One of my favourite budget filmmaking reference books is Producer to Producer by Margaret Ryan (Michael Wiese Productions). It is an extensive tome, not really handbag material, but covers all the areas of low budget filmmaking to help you make good quality short films.

However having worked on several small indie films and having made 1 short film already (What did you do in the war Grandad? selected for a festival in Santa Monica in May 2016) and being halfway through my second short film, I thought I would share some of the tips I’ve learnt, so far.

  1. Improvise, improvise, improvise.

    Mum drops Lucy at Grandad's - a scene from budget indie film What did you do in the war Grandad?

    Mum drops Lucy at Grandad’s – a scene from budget indie film What did you do in the war Grandad?

    Obviously, with any low/no budget film, money is always an issue. Thinking creatively, is the best way to deal with this. For instance, if you’re shooting in bright sunlight and need to defuse the light so it is softer, but you don’t have a large enough diffuser, visit Wilko, buy some of their basic white shower curtains and create a frame for them from garden canes and duct tape. Living near Southall can be an ideal way to source not just unusual items for props, but material to make a green screen. I visited several material emporiums to look at their offerings and took material samples so I could get the right shade and then matched it to images on my phone. It worked a treat.Don’t have a proper boom pole? Use an extendable painters’ pole and tape the mic on the end. Visit your local markets, thrift and bargain basement shops for odds and ends.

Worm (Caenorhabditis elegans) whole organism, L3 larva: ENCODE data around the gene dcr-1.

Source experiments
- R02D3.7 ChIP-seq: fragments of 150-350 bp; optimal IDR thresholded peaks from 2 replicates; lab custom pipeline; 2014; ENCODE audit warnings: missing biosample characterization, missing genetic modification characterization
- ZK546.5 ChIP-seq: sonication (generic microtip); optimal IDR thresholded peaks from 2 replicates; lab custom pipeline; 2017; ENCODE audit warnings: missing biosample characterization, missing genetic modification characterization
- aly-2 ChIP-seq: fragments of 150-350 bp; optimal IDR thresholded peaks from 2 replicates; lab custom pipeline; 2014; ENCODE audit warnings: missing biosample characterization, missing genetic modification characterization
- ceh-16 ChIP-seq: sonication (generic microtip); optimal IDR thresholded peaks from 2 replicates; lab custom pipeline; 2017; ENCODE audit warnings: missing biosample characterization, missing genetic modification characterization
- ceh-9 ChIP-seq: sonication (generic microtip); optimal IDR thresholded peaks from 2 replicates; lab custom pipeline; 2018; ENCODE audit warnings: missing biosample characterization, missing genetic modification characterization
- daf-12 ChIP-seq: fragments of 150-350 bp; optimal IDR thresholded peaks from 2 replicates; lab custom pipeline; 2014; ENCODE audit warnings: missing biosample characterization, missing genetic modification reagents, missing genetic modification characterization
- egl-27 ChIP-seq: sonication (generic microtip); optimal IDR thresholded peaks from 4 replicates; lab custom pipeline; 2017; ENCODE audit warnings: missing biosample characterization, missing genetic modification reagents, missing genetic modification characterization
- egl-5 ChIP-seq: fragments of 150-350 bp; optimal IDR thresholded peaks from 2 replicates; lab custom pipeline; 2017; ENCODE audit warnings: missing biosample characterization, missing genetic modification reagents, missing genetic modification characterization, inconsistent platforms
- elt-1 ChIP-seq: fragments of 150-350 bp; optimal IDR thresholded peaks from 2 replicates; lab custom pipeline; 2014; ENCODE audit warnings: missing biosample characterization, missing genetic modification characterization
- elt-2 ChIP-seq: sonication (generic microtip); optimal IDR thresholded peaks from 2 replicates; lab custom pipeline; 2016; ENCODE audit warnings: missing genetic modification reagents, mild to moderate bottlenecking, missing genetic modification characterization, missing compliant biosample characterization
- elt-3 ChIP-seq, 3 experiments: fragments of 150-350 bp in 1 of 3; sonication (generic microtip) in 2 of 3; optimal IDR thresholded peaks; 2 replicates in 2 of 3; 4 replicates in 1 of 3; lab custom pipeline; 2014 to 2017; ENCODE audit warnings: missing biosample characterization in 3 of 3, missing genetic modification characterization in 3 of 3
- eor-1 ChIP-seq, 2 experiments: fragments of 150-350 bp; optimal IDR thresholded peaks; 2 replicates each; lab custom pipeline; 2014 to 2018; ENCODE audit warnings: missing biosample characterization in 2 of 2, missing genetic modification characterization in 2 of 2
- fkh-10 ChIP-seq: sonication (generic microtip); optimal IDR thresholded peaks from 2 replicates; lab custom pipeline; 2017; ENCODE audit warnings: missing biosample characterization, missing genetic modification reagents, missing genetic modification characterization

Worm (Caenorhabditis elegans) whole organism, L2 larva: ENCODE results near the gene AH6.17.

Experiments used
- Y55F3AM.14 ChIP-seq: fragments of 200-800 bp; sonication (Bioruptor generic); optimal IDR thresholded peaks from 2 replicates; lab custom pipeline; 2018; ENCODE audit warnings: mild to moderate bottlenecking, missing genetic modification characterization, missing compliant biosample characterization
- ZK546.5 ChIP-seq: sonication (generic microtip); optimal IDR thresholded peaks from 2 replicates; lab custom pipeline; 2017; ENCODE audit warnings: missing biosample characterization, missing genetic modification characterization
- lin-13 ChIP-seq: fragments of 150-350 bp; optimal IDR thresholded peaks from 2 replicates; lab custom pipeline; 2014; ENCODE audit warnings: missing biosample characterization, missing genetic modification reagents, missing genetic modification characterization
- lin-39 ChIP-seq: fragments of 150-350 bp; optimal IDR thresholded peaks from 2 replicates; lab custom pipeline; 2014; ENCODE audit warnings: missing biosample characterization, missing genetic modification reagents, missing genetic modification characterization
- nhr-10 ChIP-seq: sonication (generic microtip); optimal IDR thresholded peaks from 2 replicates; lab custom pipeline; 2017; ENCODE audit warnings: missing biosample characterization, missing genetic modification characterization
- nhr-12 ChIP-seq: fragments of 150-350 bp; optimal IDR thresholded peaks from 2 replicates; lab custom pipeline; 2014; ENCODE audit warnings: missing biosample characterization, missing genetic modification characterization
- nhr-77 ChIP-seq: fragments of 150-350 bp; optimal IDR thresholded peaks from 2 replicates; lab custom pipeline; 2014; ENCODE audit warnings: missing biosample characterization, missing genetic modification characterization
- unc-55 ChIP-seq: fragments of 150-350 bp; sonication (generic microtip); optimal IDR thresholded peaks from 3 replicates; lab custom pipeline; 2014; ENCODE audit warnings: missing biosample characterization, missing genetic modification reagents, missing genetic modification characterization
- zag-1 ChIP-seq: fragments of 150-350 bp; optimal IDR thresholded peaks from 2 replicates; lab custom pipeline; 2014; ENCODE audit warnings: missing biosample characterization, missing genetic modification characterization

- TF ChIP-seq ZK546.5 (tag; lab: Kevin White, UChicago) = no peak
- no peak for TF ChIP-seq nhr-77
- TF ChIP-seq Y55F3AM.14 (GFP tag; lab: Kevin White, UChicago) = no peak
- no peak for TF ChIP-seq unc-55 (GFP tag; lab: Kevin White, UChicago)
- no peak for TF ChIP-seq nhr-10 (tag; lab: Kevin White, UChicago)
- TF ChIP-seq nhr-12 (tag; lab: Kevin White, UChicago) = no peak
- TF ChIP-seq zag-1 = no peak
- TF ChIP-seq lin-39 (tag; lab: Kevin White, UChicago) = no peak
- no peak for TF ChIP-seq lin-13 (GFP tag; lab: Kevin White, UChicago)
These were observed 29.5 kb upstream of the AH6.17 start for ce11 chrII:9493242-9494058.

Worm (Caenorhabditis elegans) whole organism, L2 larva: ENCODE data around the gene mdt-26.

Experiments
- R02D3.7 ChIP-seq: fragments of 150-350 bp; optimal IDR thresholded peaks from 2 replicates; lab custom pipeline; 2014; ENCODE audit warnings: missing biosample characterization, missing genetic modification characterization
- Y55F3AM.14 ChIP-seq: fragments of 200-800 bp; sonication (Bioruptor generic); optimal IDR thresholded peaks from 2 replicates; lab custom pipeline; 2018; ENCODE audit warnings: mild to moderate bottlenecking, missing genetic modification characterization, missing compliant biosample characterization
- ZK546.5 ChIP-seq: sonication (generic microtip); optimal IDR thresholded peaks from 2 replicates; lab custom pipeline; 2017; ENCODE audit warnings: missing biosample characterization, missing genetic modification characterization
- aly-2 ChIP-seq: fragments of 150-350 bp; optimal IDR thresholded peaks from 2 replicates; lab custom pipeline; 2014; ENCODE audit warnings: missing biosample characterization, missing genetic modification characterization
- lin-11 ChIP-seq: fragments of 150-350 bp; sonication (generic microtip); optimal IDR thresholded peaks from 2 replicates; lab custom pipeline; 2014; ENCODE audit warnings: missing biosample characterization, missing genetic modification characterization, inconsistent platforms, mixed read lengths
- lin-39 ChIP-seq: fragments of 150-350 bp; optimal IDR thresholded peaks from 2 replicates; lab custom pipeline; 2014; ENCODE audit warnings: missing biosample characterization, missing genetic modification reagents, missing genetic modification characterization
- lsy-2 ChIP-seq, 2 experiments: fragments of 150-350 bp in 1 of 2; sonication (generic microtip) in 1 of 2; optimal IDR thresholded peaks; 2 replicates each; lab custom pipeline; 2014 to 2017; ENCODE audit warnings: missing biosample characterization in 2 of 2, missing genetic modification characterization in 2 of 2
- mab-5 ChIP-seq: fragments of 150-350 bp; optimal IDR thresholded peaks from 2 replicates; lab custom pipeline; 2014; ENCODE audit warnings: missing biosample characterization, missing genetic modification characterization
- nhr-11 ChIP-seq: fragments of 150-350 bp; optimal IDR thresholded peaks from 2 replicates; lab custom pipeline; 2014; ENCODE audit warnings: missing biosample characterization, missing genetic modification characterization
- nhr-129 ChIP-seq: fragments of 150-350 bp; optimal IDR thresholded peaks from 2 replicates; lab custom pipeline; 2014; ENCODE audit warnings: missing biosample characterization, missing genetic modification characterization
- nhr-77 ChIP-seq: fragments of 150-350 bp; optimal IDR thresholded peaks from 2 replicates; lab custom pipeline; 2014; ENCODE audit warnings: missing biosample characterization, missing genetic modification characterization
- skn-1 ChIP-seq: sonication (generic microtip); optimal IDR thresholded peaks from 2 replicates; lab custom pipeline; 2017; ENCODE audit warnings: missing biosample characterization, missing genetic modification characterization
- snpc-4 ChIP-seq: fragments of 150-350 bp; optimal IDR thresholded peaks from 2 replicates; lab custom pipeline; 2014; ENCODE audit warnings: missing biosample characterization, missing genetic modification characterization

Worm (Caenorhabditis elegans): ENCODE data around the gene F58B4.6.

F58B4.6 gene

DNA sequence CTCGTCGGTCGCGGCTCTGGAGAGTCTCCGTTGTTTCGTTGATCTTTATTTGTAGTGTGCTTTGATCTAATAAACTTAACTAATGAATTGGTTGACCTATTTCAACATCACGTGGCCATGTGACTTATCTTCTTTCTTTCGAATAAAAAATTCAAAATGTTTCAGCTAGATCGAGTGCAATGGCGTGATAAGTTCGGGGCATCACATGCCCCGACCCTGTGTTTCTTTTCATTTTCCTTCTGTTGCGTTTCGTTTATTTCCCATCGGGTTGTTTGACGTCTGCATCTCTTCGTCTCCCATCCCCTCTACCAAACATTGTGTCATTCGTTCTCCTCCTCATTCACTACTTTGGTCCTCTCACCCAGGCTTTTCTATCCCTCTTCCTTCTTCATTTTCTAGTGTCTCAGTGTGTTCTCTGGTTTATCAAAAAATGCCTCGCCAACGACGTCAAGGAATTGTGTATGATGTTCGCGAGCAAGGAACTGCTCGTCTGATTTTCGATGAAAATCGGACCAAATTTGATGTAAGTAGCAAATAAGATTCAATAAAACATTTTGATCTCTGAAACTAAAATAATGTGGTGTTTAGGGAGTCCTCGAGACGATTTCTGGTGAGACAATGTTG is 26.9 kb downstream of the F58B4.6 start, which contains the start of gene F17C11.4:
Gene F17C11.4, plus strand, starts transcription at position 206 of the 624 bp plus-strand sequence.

2. Ebay is your friend

    Lucy looking at Grandad's medals in budget indie What did you do in the war Grandad? I sourced the medals from ebay

    Lucy looking at Grandad’s medals in What did you do in the war Grandad? I sourced the medals from ebay.

    For more specific props Ebay is an ideal source, even though you have to pay for them. I purchased 3 WW2 medals for my first short film, as I’d been unable to borrow them from contacts.

  3. Facebook is also your friend

    For local locations and also finding crew/actors that you may not be able to source elsewhere, Facebook is also a good source. Post in local groups and on your own feed.

  4. Be prepared to multitask

    Low or no budget filmmaking means that you get to play several parts during a shoot: playing a body double, holding the boom if you don’t have a separate sound person or the painter’s pole that has a foam head on it that gives the actor an eye-line, making props, location sourcing, catering etc

  5. Be brazen and blag & if you can’t blag, borrow

    The adage ‘if you don’t ask, you don’t get’ is as valid in low budget filming as it is in any other situation. Looking to film in an unusual location? Chat up the owner/caretaker, plead poverty and talk about how good the film is going to be. This is how I’ve got 3 of my locations so far 🙂 Need a prop or equipment, but the money’s running low? Ask, plead poverty & again, talk about how good the film is going to be and give then a credit.

    Meeting the Lancaster at RAF Hendon - a scene from budget indie What did you do in the war Grandad?